There is something very strange about this story of Jesus and the disciples. It happens whenever you see the words “peace be with you.” You see it first when Jesus enters into the locked room of the fear-struck disciples and he breathes on them a message of peace. You see it again when Jesus makes a special appearance for the benefit of giving Thomas his portion of Christ’s heavenly peace. Here is the strange thing; whenever Jesus speaks peace, he shows his wounds. Have you ever thought about that before? Isn’t that weird? I mean, would not a person think it strange, if that person were in my office, crying because her husband left her for another woman, and I said, “Peace be with you, here let me show you the scar from the corn on the bottom of my foot.”? I can’t say that I’ve tried this pastoral care technique of Jesus. “Peace be with you. Now take a look at this canker sore! You feel better now don’t you?” It is very strange to put peace and wounds together, but for Jesus peace and wounds go hand-in-hand.
Of course, the problem with revealing my canker sore or the scar on my foot is that they are trivial wounds. They have nothing to do with the woman’s problem of an unfaithful husband. Jesus’ wounds are anything but trivial. They are the wounds of death. They are the wounds inflicted by his own people. They are the same wounds that the people would inflict on Jesus’ own followers. They are the type of piercing wounds that are able to keep the disciples locked away in fear.
The disciples have good reason to be fearful. What if they were to leave the safety of their small bunker? Would they swept up and crucified also? Maybe. Probably. But, is keeping yourself locked away in fear any way to live. It sounds like a coffin to me. It sounds like death.
What if Jesus were to enter into their fearful world, show him his wounds, and prove that wounds do not have the last word? What if Jesus was to show them that his formerly, blood soaked, raw hamburger wounds; are now healed, and that he is very much alive: resurrected even? Would they believe? Would they leave the safety of their bunker, venture courageously into the world, and proclaim the kingdom of God? Would they risk obtaining those wounds themselves, secure in the knowledge that all wounds can be healed?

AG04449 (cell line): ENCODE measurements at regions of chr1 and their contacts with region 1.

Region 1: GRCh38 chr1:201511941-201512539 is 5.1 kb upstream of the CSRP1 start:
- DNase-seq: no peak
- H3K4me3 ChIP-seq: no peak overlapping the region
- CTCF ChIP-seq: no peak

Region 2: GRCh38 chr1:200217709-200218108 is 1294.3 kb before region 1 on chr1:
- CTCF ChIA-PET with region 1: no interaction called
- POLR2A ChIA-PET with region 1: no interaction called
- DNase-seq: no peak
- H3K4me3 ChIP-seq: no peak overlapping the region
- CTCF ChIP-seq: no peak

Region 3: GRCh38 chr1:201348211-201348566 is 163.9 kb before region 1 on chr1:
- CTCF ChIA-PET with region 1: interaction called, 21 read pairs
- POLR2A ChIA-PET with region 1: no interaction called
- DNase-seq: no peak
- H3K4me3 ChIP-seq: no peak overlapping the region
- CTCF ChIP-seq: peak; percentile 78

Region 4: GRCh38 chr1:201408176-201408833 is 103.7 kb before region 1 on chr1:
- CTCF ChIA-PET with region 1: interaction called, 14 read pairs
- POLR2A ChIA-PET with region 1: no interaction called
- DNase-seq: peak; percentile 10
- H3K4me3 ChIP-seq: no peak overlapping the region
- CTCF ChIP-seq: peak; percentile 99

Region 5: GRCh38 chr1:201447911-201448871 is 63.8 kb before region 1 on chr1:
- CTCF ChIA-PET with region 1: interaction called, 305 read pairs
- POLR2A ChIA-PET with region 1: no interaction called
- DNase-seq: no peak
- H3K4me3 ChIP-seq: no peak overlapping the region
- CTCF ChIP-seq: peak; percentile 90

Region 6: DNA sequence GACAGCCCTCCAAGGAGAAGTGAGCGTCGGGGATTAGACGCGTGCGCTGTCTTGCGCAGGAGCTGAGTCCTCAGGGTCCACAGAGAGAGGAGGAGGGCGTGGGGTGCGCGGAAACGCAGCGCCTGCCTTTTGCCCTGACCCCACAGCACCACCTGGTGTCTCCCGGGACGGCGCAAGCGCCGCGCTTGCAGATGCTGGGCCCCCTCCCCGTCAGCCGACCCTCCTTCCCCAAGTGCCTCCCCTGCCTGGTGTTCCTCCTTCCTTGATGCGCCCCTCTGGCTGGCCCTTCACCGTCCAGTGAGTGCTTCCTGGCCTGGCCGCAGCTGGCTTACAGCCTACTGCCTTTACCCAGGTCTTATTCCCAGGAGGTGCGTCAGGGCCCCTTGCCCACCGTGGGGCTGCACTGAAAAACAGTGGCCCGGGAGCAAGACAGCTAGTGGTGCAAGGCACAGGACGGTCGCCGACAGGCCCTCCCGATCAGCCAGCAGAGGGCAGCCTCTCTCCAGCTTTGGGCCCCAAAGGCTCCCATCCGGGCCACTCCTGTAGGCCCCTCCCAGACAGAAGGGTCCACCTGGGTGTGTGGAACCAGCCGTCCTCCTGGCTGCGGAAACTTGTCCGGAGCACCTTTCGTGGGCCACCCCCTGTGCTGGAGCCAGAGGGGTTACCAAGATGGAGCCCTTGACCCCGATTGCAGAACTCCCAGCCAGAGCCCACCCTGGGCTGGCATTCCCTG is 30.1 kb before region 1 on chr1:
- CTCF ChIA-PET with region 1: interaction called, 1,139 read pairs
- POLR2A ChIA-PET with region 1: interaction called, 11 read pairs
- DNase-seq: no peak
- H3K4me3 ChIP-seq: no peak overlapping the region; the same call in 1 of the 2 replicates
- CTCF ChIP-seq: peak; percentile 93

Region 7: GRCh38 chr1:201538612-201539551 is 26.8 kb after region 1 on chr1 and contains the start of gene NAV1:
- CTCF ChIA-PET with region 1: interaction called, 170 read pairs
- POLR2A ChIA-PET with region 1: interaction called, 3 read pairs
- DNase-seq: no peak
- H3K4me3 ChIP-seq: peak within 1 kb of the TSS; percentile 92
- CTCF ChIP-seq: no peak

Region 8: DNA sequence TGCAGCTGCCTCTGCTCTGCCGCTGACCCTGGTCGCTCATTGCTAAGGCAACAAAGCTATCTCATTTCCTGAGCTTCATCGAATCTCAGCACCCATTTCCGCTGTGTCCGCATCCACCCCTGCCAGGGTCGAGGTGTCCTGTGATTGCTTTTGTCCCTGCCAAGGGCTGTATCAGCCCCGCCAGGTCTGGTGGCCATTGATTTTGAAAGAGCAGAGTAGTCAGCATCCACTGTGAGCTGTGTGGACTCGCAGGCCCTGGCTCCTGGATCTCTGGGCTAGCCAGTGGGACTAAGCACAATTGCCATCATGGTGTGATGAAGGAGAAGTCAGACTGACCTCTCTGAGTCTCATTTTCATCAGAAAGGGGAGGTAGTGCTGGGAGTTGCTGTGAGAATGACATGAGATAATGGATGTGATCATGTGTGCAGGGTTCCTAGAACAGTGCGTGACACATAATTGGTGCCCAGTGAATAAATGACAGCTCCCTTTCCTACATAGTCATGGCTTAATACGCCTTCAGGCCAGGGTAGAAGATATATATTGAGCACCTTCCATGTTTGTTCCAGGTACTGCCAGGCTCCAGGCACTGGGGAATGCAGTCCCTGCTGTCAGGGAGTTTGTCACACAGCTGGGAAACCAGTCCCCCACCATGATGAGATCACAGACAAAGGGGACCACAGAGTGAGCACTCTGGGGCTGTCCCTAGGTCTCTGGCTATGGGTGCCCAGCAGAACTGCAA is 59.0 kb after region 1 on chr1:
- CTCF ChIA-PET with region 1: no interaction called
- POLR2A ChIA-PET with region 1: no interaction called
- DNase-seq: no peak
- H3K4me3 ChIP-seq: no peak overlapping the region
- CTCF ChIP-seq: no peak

When I was in college, this disciple’s heart was suddenly hollowed out and left profoundly empty when I began to doubt God’s existence. Word such as, “you just need to believe,” and “God is there for you,” failed to breathe the filling words of the Holy Spirit. Walking around the school in a deep doubting Thomas depression, a religion professor of mine saw my depressed stupor and asked what was wrong. I mustered up the courage to tell this religion professor that I doubted if God was even there. He looked at me and said, “That is one of the most painful things you can go through. I almost ended my life when it hit me.” That was all he had to say. That pretty much ended the conversation, with one exception, he said, “Come to worship this morning.”
Though it seemed silly to come and worship that in which I did not believe, I did come to worship, because he asked. I know where your mind might be going, and it did not happen. He did not preach a sermon directed at my doubt. His sermon, as I recall, was about Abraham, and it was painfully boring. What I do remember was seeing this: I remember seeing a once profoundly wounded, doubting Thomas of a man, stand in the front of a congregation and declare the words “I believe I God the Father almighty…” and later take the bread and say with conviction to every person who came to him to eat, “This is the body of Christ, given for you.” What I saw was a wounded man who had been healed, and at that moment the breath of the Spirit gave me peace. Was my struggle over? No. Did I have hope that God could resurrect my faith and pull me out the door of my dark and empty soul. Yes.
A lot of people get very confused. They believe that the life of faith is one that will have no wounds. Preachers on television will tell you that if only you believed hard enough, you will get money, the love of your life, and yes, even a life of peace with no hardship. Jesus promises no such thing. The life of faith will have wounds. Jesus death on the cross is clear proof of that truth. However, your wounds will not be the last word. In fact, your healed wounds have the power to heal others. Jesus had no shame in sharing his healed wounds. And, in showing his wounds, Jesus freed the disciples from their fear. Look at your hands, your side, and your heart, what healed wounds do you have? Have you ever considered sharing them with someone whose wounds are raw and bleeding? Through them, the Holy Spirit just might bring peace and salvation to someone who is trapped in a coffin of pain and fear. Healed wounds can bring peace. Just consider, you were saved by the wounds of Christ.